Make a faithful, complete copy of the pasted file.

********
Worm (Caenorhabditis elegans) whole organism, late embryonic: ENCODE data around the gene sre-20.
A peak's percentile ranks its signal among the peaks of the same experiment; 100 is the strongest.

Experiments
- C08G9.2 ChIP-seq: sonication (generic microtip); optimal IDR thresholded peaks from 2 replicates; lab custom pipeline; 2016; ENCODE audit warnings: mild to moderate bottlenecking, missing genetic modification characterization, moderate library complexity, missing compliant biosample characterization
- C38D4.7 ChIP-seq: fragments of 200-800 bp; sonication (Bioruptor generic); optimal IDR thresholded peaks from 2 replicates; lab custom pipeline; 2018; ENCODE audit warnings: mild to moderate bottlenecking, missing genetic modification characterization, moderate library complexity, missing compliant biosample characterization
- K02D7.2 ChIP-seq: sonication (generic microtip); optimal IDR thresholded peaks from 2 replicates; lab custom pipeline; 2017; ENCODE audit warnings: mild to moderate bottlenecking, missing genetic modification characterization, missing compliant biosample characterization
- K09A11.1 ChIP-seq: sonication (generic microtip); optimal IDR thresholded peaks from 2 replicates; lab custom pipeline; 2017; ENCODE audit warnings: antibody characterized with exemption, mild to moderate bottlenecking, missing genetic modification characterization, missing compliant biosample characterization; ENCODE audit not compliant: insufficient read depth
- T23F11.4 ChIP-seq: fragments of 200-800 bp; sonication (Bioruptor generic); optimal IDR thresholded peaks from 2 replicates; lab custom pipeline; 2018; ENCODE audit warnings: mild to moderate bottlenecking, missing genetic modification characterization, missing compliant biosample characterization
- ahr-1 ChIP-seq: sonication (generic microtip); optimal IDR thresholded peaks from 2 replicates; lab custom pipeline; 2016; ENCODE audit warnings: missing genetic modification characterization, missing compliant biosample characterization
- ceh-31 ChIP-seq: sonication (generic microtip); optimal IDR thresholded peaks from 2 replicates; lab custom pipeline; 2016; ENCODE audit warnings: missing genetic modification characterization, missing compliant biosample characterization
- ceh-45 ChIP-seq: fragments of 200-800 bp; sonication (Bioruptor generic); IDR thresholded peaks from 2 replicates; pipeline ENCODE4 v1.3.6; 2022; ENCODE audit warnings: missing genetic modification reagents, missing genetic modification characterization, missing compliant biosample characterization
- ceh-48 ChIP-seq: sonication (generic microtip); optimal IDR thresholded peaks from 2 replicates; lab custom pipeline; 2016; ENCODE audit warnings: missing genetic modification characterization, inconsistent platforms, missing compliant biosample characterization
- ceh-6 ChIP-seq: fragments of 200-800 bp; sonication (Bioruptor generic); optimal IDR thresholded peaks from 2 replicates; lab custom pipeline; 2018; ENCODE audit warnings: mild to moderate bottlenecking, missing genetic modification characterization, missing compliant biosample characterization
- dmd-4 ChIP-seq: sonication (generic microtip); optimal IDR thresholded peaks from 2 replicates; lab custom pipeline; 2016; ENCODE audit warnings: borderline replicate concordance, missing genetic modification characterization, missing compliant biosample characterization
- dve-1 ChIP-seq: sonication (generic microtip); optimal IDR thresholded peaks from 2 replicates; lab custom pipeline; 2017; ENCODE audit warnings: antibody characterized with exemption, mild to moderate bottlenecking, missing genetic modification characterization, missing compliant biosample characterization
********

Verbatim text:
Worm (Caenorhabditis elegans) whole organism, late embryonic: ENCODE data around the gene sre-20.
A peak's percentile ranks its signal among the peaks of the same experiment; 100 is the strongest.

Experiments
- C08G9.2 ChIP-seq: sonication (generic microtip); optimal IDR thresholded peaks from 2 replicates; lab custom pipeline; 2016; ENCODE audit warnings: mild to moderate bottlenecking, missing genetic modification characterization, moderate library complexity, missing compliant biosample characterization
- C38D4.7 ChIP-seq: fragments of 200-800 bp; sonication (Bioruptor generic); optimal IDR thresholded peaks from 2 replicates; lab custom pipeline; 2018; ENCODE audit warnings: mild to moderate bottlenecking, missing genetic modification characterization, moderate library complexity, missing compliant biosample characterization
- K02D7.2 ChIP-seq: sonication (generic microtip); optimal IDR thresholded peaks from 2 replicates; lab custom pipeline; 2017; ENCODE audit warnings: mild to moderate bottlenecking, missing genetic modification characterization, missing compliant biosample characterization
- K09A11.1 ChIP-seq: sonication (generic microtip); optimal IDR thresholded peaks from 2 replicates; lab custom pipeline; 2017; ENCODE audit warnings: antibody characterized with exemption, mild to moderate bottlenecking, missing genetic modification characterization, missing compliant biosample characterization; ENCODE audit not compliant: insufficient read depth
- T23F11.4 ChIP-seq: fragments of 200-800 bp; sonication (Bioruptor generic); optimal IDR thresholded peaks from 2 replicates; lab custom pipeline; 2018; ENCODE audit warnings: mild to moderate bottlenecking, missing genetic modification characterization, missing compliant biosample characterization
- ahr-1 ChIP-seq: sonication (generic microtip); optimal IDR thresholded peaks from 2 replicates; lab custom pipeline; 2016; ENCODE audit warnings: missing genetic modification characterization, missing compliant biosample characterization
- ceh-31 ChIP-seq: sonication (generic microtip); optimal IDR thresholded peaks from 2 replicates; lab custom pipeline; 2016; ENCODE audit warnings: missing genetic modification characterization, missing compliant biosample characterization
- ceh-45 ChIP-seq: fragments of 200-800 bp; sonication (Bioruptor generic); IDR thresholded peaks from 2 replicates; pipeline ENCODE4 v1.3.6; 2022; ENCODE audit warnings: missing genetic modification reagents, missing genetic modification characterization, missing compliant biosample characterization
- ceh-48 ChIP-seq: sonication (generic microtip); optimal IDR thresholded peaks from 2 replicates; lab custom pipeline; 2016; ENCODE audit warnings: missing genetic modification characterization, inconsistent platforms, missing compliant biosample characterization
- ceh-6 ChIP-seq: fragments of 200-800 bp; sonication (Bioruptor generic); optimal IDR thresholded peaks from 2 replicates; lab custom pipeline; 2018; ENCODE audit warnings: mild to moderate bottlenecking, missing genetic modification characterization, missing compliant biosample characterization
- dmd-4 ChIP-seq: sonication (generic microtip); optimal IDR thresholded peaks from 2 replicates; lab custom pipeline; 2016; ENCODE audit warnings: borderline replicate concordance, missing genetic modification characterization, missing compliant biosample characterization
- dve-1 ChIP-seq: sonication (generic microtip); optimal IDR thresholded peaks from 2 replicates; lab custom pipeline; 2017; ENCODE audit warnings: antibody characterized with exemption, mild to moderate bottlenecking, missing genetic modification characterization, missing compliant biosample characterization